1 September 2006 Measurements and modeling of optical turbulence in a maritime environment
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Abstract
Turbulence can be a dominant factor in image and laser beam degradation for optical systems operating in the near-surface maritime environment. A long-term propagation field experiment was conducted at Zuniga Shoal (near San Diego) to study the impact of environmental conditions on low-altitude laser propagation above the ocean surface. Test periods of one month duration were conducted at various points of the year, during which scintillometer measurements were obtained along a 7.2 km over-water path and a 'flux' research buoy deployed along the propagation path collected concurrent mean meteorological, atmospheric turbulence, and wave data. We use the refractive index structure parameter (Cn2) as the critical parameter for quantifying the effects of atmospheric turbulence on laser system performance, including received power fluctuations, beam spread and beam wander. Bulk estimates of Cn2 were derived from the buoy mean meteorological measurements using the Navy Surface Layer Optical Turbulence (NSLOT) model. Cn2 was also determined from atmospheric turbulence measurements obtained from a sonic anemometer on the buoy. These independent Cn2 values derived from the buoy data are compared with Cn2 values computed from the infrared propagation measurements to determine how the NSLOT model performs under different environmental conditions. In addition, the optical measurements and bulk estimates of Cn2 are used to study the effects of the atmospheric turbulence on operational optical systems.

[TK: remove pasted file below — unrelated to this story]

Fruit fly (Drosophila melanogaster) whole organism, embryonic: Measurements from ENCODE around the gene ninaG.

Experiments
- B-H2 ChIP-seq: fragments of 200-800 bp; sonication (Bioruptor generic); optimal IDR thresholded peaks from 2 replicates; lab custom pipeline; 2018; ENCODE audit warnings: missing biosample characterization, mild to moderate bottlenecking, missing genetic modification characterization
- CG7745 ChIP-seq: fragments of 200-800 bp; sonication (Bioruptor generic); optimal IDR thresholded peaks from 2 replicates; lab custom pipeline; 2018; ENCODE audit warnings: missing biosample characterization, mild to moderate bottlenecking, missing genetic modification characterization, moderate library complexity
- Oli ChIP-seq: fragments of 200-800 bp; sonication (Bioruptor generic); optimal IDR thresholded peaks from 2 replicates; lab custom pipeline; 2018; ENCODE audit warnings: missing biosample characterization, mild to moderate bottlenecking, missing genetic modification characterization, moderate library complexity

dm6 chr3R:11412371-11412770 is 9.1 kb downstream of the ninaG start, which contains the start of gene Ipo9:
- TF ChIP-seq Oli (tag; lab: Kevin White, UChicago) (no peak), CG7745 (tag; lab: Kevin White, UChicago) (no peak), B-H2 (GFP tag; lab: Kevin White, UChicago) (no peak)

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Paul A. Frederickson, Paul A. Frederickson, Stephen Hammel, Stephen Hammel, Dimitris Tsintikidis, Dimitris Tsintikidis, "Measurements and modeling of optical turbulence in a maritime environment", Proc. SPIE 6303, Atmospheric Optical Modeling, Measurement, and Simulation II, 630307 (1 September 2006); doi: 10.1117/12.683017; https://doi.org/10.1117/12.683017
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